As an ammunition specialist and a soldier, we were not informed of the top secret things regarding the national political situation and the status of the country. So as soldiers, we were told to stay firm in our post. When the country was falling apart, our soldiers were still guarding route 13 at Sala Phukhon. We were not aware that we’ll be leaving our country behind. The General told us that we must defend our homeland. So we were still on duty at the time. On the 8th or 9th of May that year, our soldiers at Sala Phukhon were still requesting ammunitions. We still sent them ammunitions. We were still doing our job. On the 10th, C-130 started coming to airlift people for two or three days. C-47s were also evacuating the top leaders and their families to safety in Thailand. On the 12th, with the last flight of a C-130 I took my family into the plane and left the country for Nam Phong, Thailand.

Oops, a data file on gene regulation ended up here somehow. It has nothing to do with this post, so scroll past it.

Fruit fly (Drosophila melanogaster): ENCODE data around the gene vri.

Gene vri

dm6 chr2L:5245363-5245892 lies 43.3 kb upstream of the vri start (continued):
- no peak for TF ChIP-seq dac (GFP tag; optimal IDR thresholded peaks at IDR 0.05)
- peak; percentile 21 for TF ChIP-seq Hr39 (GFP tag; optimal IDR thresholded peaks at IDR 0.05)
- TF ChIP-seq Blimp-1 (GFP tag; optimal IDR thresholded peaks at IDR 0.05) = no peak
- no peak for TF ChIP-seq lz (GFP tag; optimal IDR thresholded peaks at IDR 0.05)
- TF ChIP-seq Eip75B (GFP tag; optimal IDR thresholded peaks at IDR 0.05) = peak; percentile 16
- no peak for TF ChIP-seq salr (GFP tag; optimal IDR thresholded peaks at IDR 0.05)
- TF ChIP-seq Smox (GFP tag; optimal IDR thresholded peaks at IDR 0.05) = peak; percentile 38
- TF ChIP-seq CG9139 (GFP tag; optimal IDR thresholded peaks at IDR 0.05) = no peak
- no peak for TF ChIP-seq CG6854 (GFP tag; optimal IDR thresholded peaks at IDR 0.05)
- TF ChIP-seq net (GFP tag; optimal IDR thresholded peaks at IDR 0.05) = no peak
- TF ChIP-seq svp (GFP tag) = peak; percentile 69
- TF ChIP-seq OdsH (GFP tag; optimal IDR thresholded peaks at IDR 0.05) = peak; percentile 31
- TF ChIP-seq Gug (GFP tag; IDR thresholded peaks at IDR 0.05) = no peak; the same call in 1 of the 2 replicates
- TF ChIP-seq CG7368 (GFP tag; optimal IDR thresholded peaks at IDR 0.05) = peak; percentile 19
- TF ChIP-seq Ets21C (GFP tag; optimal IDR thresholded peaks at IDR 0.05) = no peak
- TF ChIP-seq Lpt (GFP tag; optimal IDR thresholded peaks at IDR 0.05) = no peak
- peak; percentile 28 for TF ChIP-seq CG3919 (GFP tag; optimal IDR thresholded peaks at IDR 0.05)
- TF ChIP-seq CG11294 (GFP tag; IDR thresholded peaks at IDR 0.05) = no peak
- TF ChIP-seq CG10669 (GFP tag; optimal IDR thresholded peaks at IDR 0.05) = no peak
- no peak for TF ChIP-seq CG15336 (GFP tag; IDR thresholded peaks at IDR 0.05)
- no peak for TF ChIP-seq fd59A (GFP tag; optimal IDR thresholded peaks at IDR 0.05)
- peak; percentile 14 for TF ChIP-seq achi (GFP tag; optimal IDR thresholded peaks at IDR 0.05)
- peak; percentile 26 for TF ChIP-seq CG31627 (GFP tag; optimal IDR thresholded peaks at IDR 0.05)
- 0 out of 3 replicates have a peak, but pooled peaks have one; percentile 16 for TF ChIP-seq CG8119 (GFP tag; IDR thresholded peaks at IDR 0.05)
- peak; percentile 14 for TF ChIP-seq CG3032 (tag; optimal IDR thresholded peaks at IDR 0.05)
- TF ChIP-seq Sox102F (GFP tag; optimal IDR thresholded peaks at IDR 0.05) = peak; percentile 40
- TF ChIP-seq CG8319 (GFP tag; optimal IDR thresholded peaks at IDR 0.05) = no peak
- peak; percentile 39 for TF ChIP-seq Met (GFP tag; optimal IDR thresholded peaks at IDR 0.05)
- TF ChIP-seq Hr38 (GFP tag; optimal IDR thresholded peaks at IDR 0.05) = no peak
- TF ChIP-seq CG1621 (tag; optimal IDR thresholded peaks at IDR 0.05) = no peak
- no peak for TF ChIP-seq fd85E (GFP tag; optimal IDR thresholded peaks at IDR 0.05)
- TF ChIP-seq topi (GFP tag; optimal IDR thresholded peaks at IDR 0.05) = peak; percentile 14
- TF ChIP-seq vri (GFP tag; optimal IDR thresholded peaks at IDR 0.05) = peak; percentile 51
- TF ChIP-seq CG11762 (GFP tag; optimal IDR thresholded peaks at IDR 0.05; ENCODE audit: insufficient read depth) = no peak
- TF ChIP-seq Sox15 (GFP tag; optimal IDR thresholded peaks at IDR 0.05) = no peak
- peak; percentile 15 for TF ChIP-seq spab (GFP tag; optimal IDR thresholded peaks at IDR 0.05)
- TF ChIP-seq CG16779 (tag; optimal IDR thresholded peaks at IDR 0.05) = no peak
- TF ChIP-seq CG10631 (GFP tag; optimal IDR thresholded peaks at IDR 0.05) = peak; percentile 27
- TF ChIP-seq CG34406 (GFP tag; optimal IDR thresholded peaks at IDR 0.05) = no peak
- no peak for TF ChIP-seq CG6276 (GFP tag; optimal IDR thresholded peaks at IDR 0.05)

People were running and scrambling to get on the plane but I wasn’t concern about leaving at first. I was still on duty in a panic mode, not sure what to do because I’m afraid of my superiors as well. I was not sure whether to abandon my job and flee or what. So, on the 12th, I decided to abandon my job. I took my family to the airport and when we got there it was already getting dark. When the plane landed there were a lot of people scrambling to get on board. There were those who got on board but their suitcases that had cash in it fell off. But they weren’t aware of it so the plane’s engine blew the money all over the places. Nobody cares about the money anymore. People just wanted to get on the plane. My wife carried our son and I carried my rifle and some grenades on my waist. We fought our way to the airport and when we got there I tossed away my rifle on the side of the runway. I pulled my wife’s hand and pushed her onto the aircraft. I then pulled myself up into the plane and sat my family down among many others. We were all squeezed into the plane like a bunch of hogs. Then they closed the door and the plane took off. When the plane took off, I thought to myself if I would ever set foot on this land again. My tears fell. We weren’t sure of the plane could take off because it was jam packed with people. We saw the first few planes and they can hardly take off because they carried such heavy load of people. So I wasn’t sure if our plane would make it to Thailand. I worried about plane crashing, the fall of our country, leaving my parents, brothers, sisters behind... It was just me, my wife, and son that fled.